TruSpot: Africa gets its own Spotify
Ikenna “Ike” Orizu is the founder and CEO of TruSpot, a service he describes as the “Spotify for Africa”. Truspot, which offers Africa-specific content, is run out of Texas, but will move to its conceptual birthplace, Nigeria, later this month.
The groundwork for TruSpot came in the form of a podcast Orizu started five years ago, but only became the streaming and play-listing platform it is today late last year.
“I started the podcast in December 2006,” Orizu tells TechCentral. “Then it became live streaming radio shows in 2007 and 2008, and at the time it was a game changer in that there were no live shows for African music online then.”
Orizu had the idea for a podcast of African music and registered the domain after noticing Yahoo had a US$9 domain name sale. Orizu says it was the best investment of his life. He said the idea of venture capitalism and other investment was a foreign concept when he was starting the site at just 19.
“I didn’t know you could walk up to investors in Silicon Valley and get funding. I’ve been funding it myself from the start, and it’s only this year that I’m starting to get interest from potential investors,” he says. “I’m looking for investors now. I want African ones where possible, because I think they’ll understand the vision better.”
He says in 2010, TruSpot realised there was an audience for on-demand listening and built a site that could support streaming, customised playlist creation and pay-for downloads.
Orizu says TruSpot has 89 000 active users a month — or “addicts”, as he calls users who use the service for more than an hour a day on average. There are also more than 35 000 subscribers to the site’s various radio stations. “We’re hoping to double the subscriber figure within the next month.”
At launch, TruSpot focused only on Nigerian music, but Orizu says shortly thereafter “the dream got bigger” and the company decided to look at Africa as a whole. “It was hard to find Nigerian music online, and the same problem existed for the rest of Africa,” he explains.
Ghana and Uganda followed shortly thereafter, and Orizu now wants to take the service to every African nation he can. “Last month, we got an SA representative to work with local record labels,” he says. “We’re working on the SA landing page and hope to launch it properly next month.”
He says the service has a strong presence in Uganda, Nigeria and Ghana and is in the top 500 most popular websites in each of those markets. Eventually, he hopes to have a custom landing page and service offering for every African nation.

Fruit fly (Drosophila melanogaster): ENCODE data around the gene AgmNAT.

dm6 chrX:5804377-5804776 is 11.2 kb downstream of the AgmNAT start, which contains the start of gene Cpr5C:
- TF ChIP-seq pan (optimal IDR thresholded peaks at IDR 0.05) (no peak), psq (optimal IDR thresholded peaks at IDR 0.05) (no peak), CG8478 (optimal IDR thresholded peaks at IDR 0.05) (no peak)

For now, the service’s revenue comes from advertising and the small percentage the site takes from each paid download in the store. TruSpot had been conceived as a free service but Orizu says that once the site reached about 2 000 tracks he realised he needed to monetise if it was to achieve its aim of “not sounding like traditional radio and not having invasive advertising”.
“We want the right sort of ads, too,” he says. “We want to advertise events, new releases and other things related to what our users love. We call it the ‘Social Tru model’ — if you’re a gospel listener, ads should be about Christian music and related topics.”
He says the site started generating revenue only last year and he has been on a drive to sign as many deals as possible with record labels to increase TruSpot’s catalogue of material to stream and sell, whether as single tracks or albums.
Orizu says one of the site’s greatest assets is its mobile Web application. It’s only available for BlackBerry devices for now but the company is working on Android and iOS apps, too.
The greatest challenge facing the service is the lack of bandwidth in Africa. To cope with this, the service dynamically adjusts the rate at which content is streamed, depending on speed of the user’s connection. At highest quality, TruSpot offers 256kbit/s streaming audio, and between 96kbit/s and 128kbit/s on the low end.
“The music is African, but we say we offer music and entertainment by Africans,” says Orizu. He says the site includes US and European music, too, because much of it is African-influenced.
Surprisingly, only 50% of TruSpot’s traffic comes from the African continent. London is the city that drives the most visits and the service enjoys sizeable amounts of its traffic from the US, followed by Ghana, Nigeria, Uganda and then India. “The goal is to get African music to the world.”
Less surprising is the fact that 90% of African users of the service access it via mobile phones. “The mobile industry is booming, and that’s why developing more apps is so important to us.”
At the moment, the only method of payment for downloads is PayPal. Orizu says this is because it is so widely accepted and helps allay concerns about fraud. “We’re now looking at an integrated system with PayPal to support credit cards.”
Orizu says that regardless of the country, the record labels have been supportive of the service. “The store is almost breaking even from the small percentage we take, but the rest goes as royalties to the artists,” he says.
“We want to grow the catalogue to hundreds of thousands of tracks from the 20 000 or so we have now and we won’t be satisfied until we have proper coverage of African content. We wants to make sure Africans — and people in the rest of the world — look up to African music. There’s no reason they shouldn’t.” — Craig Wilson, TechCentral
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